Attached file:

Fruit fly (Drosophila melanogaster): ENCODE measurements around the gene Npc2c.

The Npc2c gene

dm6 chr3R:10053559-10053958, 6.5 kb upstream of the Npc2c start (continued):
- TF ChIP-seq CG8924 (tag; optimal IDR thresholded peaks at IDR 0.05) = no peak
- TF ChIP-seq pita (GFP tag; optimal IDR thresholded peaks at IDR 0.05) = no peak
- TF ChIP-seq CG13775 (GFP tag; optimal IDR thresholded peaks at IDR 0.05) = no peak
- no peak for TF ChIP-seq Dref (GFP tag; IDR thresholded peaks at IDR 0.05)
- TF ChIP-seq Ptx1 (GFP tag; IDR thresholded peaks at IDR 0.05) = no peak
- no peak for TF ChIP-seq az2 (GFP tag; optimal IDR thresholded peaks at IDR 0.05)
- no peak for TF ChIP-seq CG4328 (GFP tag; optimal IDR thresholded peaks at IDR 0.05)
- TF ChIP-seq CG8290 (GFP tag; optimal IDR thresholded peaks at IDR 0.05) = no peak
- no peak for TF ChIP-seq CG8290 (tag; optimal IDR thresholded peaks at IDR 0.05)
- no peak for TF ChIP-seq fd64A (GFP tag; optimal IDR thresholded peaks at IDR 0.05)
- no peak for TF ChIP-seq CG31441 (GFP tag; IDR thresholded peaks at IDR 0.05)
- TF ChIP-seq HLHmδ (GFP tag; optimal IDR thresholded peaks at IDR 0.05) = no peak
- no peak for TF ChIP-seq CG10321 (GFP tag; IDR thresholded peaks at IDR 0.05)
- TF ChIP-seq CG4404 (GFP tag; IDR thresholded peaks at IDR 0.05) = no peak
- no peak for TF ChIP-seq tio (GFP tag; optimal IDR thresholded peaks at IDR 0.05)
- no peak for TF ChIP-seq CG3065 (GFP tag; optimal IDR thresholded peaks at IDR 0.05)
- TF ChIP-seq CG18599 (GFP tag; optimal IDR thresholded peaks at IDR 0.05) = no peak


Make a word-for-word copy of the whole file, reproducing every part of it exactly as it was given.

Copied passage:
Fruit fly (Drosophila melanogaster): ENCODE measurements around the gene Npc2c.

The Npc2c gene

dm6 chr3R:10053559-10053958, 6.5 kb upstream of the Npc2c start (continued):
- TF ChIP-seq CG8924 (tag; optimal IDR thresholded peaks at IDR 0.05) = no peak
- TF ChIP-seq pita (GFP tag; optimal IDR thresholded peaks at IDR 0.05) = no peak
- TF ChIP-seq CG13775 (GFP tag; optimal IDR thresholded peaks at IDR 0.05) = no peak
- no peak for TF ChIP-seq Dref (GFP tag; IDR thresholded peaks at IDR 0.05)
- TF ChIP-seq Ptx1 (GFP tag; IDR thresholded peaks at IDR 0.05) = no peak
- no peak for TF ChIP-seq az2 (GFP tag; optimal IDR thresholded peaks at IDR 0.05)
- no peak for TF ChIP-seq CG4328 (GFP tag; optimal IDR thresholded peaks at IDR 0.05)
- TF ChIP-seq CG8290 (GFP tag; optimal IDR thresholded peaks at IDR 0.05) = no peak
- no peak for TF ChIP-seq CG8290 (tag; optimal IDR thresholded peaks at IDR 0.05)
- no peak for TF ChIP-seq fd64A (GFP tag; optimal IDR thresholded peaks at IDR 0.05)
- no peak for TF ChIP-seq CG31441 (GFP tag; IDR thresholded peaks at IDR 0.05)
- TF ChIP-seq HLHmδ (GFP tag; optimal IDR thresholded peaks at IDR 0.05) = no peak
- no peak for TF ChIP-seq CG10321 (GFP tag; IDR thresholded peaks at IDR 0.05)
- TF ChIP-seq CG4404 (GFP tag; IDR thresholded peaks at IDR 0.05) = no peak
- no peak for TF ChIP-seq tio (GFP tag; optimal IDR thresholded peaks at IDR 0.05)
- no peak for TF ChIP-seq CG3065 (GFP tag; optimal IDR thresholded peaks at IDR 0.05)
- TF ChIP-seq CG18599 (GFP tag; optimal IDR thresholded peaks at IDR 0.05) = no peak